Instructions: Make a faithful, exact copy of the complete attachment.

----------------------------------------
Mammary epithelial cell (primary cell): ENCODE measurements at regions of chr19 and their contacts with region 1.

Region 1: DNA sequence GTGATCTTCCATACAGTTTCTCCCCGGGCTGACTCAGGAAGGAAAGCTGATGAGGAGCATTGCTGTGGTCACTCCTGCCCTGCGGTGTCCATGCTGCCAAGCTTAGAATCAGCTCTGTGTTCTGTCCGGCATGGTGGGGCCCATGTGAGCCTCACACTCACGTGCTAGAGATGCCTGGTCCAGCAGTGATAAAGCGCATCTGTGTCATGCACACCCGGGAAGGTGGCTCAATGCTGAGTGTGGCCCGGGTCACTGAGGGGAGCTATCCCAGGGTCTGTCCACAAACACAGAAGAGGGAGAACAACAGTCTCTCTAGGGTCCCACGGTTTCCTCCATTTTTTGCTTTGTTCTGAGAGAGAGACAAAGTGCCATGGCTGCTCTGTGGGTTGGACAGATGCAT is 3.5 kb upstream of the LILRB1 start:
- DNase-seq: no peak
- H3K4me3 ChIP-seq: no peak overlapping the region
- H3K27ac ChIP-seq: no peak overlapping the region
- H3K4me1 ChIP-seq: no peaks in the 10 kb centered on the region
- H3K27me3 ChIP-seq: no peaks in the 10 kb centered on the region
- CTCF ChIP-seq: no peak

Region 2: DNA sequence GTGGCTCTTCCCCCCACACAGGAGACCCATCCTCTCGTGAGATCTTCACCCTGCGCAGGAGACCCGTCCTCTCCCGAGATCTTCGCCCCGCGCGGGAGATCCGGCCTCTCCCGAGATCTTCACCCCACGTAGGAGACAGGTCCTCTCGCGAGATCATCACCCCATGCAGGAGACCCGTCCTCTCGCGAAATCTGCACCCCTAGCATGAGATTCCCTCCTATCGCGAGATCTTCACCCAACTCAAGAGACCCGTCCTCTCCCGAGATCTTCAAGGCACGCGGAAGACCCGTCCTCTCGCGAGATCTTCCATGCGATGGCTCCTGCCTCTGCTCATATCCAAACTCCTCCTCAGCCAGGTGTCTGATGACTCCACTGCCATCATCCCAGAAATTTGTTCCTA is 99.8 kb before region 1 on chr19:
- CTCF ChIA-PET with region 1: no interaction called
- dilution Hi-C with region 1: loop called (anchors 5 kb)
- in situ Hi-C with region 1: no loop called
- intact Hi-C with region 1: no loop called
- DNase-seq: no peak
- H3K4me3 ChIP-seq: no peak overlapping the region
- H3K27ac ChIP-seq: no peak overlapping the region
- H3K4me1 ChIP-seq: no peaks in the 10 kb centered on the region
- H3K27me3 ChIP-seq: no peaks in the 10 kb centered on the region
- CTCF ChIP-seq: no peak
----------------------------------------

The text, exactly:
Mammary epithelial cell (primary cell): ENCODE measurements at regions of chr19 and their contacts with region 1.

Region 1: DNA sequence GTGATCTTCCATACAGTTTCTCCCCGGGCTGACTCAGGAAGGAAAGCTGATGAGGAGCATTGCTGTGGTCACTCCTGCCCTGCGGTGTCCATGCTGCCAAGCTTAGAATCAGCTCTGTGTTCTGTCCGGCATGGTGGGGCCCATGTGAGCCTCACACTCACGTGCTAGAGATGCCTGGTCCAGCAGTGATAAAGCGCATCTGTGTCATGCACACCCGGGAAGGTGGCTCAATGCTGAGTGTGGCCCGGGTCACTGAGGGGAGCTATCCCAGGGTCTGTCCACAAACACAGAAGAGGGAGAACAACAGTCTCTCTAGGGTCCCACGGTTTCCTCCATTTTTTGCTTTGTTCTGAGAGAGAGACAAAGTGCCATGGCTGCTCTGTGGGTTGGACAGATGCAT is 3.5 kb upstream of the LILRB1 start:
- DNase-seq: no peak
- H3K4me3 ChIP-seq: no peak overlapping the region
- H3K27ac ChIP-seq: no peak overlapping the region
- H3K4me1 ChIP-seq: no peaks in the 10 kb centered on the region
- H3K27me3 ChIP-seq: no peaks in the 10 kb centered on the region
- CTCF ChIP-seq: no peak

Region 2: DNA sequence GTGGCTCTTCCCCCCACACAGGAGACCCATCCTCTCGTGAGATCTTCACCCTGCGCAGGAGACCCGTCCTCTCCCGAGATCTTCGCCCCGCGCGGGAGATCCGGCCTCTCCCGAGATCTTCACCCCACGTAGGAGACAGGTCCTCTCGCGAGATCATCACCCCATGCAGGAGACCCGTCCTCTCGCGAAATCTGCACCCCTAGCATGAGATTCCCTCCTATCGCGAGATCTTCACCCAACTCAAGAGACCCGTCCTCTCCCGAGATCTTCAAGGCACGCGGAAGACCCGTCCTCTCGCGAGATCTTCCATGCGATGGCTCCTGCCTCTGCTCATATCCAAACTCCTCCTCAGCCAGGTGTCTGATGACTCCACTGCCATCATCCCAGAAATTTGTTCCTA is 99.8 kb before region 1 on chr19:
- CTCF ChIA-PET with region 1: no interaction called
- dilution Hi-C with region 1: loop called (anchors 5 kb)
- in situ Hi-C with region 1: no loop called
- intact Hi-C with region 1: no loop called
- DNase-seq: no peak
- H3K4me3 ChIP-seq: no peak overlapping the region
- H3K27ac ChIP-seq: no peak overlapping the region
- H3K4me1 ChIP-seq: no peaks in the 10 kb centered on the region
- H3K27me3 ChIP-seq: no peaks in the 10 kb centered on the region
- CTCF ChIP-seq: no peak